Re-visioning Landscape as a Critical Cultural Practice
Supervisors: Prof Clive Cazeaux, Dr Jon Clarkson
Research group: Centre for Fine Art Research
The history of landscape production and representation is intimately bound up with a tradition that saw nature depicted as that ‘other’ to culture and led to its objectification both within science and its representation as landscape.
As a distancing device landscape separated the subject from the processes that generate landscape whilst veiling its political and instrumental functions as it served to impose order onto nature and conceal social inequities or ecological imbalance.
Re-evaluations of landscape, however, are currently emerging in human geography, ecology, cultural studies and biological science; and all engage to some extent with invisibility and refigure the temporal processes that generate the material landscape and its relationship to the human subject.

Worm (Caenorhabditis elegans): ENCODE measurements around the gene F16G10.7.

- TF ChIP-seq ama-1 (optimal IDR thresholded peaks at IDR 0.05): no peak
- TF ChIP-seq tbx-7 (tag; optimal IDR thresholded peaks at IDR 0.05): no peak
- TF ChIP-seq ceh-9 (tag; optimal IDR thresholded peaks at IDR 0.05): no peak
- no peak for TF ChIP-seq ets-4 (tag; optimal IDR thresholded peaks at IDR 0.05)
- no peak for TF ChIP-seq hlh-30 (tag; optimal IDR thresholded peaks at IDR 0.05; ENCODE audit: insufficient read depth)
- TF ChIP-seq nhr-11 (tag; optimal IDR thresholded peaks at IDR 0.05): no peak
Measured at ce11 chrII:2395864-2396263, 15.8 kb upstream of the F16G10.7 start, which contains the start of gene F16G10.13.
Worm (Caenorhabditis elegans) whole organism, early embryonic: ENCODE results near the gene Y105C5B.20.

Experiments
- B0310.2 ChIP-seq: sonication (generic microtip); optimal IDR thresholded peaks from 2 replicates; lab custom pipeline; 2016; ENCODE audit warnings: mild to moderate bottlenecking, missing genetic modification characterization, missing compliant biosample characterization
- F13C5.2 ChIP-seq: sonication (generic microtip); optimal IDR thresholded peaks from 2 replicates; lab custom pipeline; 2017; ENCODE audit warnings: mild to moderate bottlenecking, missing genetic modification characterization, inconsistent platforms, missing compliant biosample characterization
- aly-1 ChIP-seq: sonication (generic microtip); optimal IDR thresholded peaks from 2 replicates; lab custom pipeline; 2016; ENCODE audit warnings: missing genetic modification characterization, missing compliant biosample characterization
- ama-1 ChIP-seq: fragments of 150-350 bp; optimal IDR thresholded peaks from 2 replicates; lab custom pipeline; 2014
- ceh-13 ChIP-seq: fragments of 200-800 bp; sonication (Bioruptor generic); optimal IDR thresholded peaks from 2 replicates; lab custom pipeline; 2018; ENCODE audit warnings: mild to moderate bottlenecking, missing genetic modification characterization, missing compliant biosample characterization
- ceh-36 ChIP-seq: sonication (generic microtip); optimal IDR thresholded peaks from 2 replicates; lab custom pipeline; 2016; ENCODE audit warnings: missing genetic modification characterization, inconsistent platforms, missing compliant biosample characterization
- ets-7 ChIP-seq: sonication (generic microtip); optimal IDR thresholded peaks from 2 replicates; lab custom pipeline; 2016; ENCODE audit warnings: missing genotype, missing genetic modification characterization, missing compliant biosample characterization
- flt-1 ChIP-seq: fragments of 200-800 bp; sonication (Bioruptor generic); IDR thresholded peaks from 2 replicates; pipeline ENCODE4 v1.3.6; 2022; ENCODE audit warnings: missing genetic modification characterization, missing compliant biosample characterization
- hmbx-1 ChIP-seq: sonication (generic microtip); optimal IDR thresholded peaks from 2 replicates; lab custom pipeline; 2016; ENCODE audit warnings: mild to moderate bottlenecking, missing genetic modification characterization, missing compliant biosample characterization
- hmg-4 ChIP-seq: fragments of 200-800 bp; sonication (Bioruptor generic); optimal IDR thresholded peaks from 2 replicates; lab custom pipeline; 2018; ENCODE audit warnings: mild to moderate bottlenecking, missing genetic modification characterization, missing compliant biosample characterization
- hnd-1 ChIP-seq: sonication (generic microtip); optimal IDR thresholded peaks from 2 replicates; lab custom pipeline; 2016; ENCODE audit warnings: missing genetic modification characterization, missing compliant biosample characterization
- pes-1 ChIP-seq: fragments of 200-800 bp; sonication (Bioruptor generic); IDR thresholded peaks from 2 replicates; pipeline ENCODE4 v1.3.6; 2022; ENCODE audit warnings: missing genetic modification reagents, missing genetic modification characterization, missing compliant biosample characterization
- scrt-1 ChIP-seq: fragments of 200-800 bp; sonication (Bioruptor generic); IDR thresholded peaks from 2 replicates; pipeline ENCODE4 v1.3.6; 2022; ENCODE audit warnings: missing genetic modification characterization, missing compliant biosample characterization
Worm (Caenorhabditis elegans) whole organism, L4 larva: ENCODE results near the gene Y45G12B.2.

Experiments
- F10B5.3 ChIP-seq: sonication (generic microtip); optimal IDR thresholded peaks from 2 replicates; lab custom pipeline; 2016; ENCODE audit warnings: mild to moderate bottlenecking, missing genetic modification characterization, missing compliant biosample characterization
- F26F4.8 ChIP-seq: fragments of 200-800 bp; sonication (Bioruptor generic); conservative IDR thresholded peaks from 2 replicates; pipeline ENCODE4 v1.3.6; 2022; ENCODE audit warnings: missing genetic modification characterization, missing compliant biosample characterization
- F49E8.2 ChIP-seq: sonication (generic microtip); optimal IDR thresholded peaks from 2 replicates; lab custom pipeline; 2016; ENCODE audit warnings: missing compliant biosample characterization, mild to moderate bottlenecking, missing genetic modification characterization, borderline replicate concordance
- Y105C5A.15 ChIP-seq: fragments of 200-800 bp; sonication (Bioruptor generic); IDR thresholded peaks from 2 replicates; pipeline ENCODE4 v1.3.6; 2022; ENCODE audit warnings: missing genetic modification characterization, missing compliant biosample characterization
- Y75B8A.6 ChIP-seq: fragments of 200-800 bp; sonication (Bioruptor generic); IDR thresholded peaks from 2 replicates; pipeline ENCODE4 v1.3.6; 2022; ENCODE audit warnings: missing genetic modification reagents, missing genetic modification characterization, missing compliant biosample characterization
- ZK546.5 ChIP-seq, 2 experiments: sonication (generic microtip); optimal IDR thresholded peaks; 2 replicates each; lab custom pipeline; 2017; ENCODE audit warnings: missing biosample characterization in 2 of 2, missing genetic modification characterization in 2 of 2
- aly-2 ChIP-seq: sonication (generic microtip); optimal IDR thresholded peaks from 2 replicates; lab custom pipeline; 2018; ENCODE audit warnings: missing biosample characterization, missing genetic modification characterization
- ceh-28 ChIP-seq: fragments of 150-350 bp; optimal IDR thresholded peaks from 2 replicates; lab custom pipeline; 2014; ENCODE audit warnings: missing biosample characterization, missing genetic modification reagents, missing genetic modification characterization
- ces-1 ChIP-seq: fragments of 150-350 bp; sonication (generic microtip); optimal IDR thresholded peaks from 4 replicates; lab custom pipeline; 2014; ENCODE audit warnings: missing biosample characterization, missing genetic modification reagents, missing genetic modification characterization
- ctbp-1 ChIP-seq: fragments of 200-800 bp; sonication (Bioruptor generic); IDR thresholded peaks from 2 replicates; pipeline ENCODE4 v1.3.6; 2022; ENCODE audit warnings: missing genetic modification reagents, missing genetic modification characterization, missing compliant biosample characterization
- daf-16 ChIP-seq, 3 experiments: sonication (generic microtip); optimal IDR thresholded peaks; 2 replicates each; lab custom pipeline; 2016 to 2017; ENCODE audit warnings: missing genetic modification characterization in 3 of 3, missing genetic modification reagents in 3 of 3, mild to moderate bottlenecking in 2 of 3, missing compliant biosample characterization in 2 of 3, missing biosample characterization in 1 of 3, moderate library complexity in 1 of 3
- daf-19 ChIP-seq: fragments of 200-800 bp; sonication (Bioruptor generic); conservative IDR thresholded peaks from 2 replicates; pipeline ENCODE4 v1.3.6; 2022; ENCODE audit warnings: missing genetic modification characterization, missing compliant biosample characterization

This study looks at the changing ways artists are redefining landscape from the position of ‘insider’, as active participant in the environment and from viewpoints and positions that engage in new inter-disciplinary inquiries, strategies and forms of visualisation and representation.
It evaluates the key concepts of ‘site’, ‘place’, ‘ecology’ and ‘representation’ that are influential in redefining once again landscape as an object of serious critical engagement and explores and suggests the role artists might have in defining its political, ecological and symbolic construction.